The visitor center at Fossil Butte boasts over 300 fossils in a beautiful display. Enjoy a ride along the scenic drive, and stop for a picnic at one of the designated picnic areas. You can take a hike around the area and even attend a ranger program.

Devils Tower National Monument

The Devils Tower National Monument is located in northeast Wyoming; it is represented as a small red square on the map.

Devils Tower National Monument

Devils Tower is a stunning geological feature protruding out of the Black Hills prairie. It is considered to be a sacred site by the Northern Plains Native Americans and Indigenous people of the area. The story behind the site's name comes from a Sioux Legend.

Most of the terrain surrounding Devils tower is sedimentary. That is brought in by wind and water. These depositions occurred for several million years.

Geologists agree that the tower itself started as magma or molten rock. They don't agree with how this magma cooled, protruded, and formed the tower. Nevertheless, the area is full of fossils and sedimentary rocks for visitors to admire, Devils Tower.

Today, skilled crack climbers scale the tower to make it to the top. The tower is 867 feet (264 meters) from the base to its summit.

Devils Tower Monument is an excellent place to learn about the culture of the First People, wildlife, nature, geology, and history. The diversity of the habitats surrounding the area is vast, which is surprising since it's not a very large area.

Wyoming's State Parks

Hot Springs State Park

Hot Springs State Park is a tiny lime speck by the city of Thermopolis.

Hot Springs State Park Wyoming

Hot Springs State Park is also known as the Big Horn Hot Springs State Reserve. It became the state's first state park in the late 1800s.

It didn't take long before the park became a popular site for tourists and those who wanted to experience the healing properties of the mineral-filled hot springs. Travel Wyoming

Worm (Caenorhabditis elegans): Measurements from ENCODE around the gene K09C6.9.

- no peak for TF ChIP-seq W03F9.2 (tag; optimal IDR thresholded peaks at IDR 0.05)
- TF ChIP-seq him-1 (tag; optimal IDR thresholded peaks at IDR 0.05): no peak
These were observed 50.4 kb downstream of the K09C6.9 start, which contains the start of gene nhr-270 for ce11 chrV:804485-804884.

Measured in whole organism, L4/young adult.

The park has a free bathhouse that's open to the public. The water is always 104 degrees Fahrenheit (40 degrees Celsius), the perfect temperature for therapeutic bathing.

Before a steamy bath or dip in the springs, enjoy walking across the Swinging Bridge. This suspension bridge crosses over the Bighorn River.

Besides the hot springs, visitors also come to the park to take a close look at the bison that live in the area.

The park is only open during the daytime, so there's no camping, but there is lodging around the area.

Boysen State Park

Boysen State Park is located just south of Thermopolis, Wyoming.

Boysen State Park and reservoir in Wyoming

Boysen State Park is one of the largest state parks in Wyoming's State Park system. The park and reservoir were named after Asmus Boysen, who built the original dam in 1908, Boysen Dam.

A portion of the original dam can be seen adjacent to the Lower Wind River Campground tunnels. The Boysen Reservoir has a diverse fishery and is a popular location for angler fishers.

This lake-oriented park sits at the south end of the Owl Creek Mountains at the mouth of the Wind River Canyon. There is a variety of water-type recreation to enjoy, and it features interesting geological formations.

Enjoy boating, fishing, and ice fishing at the large reservoir and Wind River area. Cool off at the swimming beach at Brannon Campground. If you're into wildlife observation, you can try and spot pronghorn, deer, and an occasional Bighorn Sheep.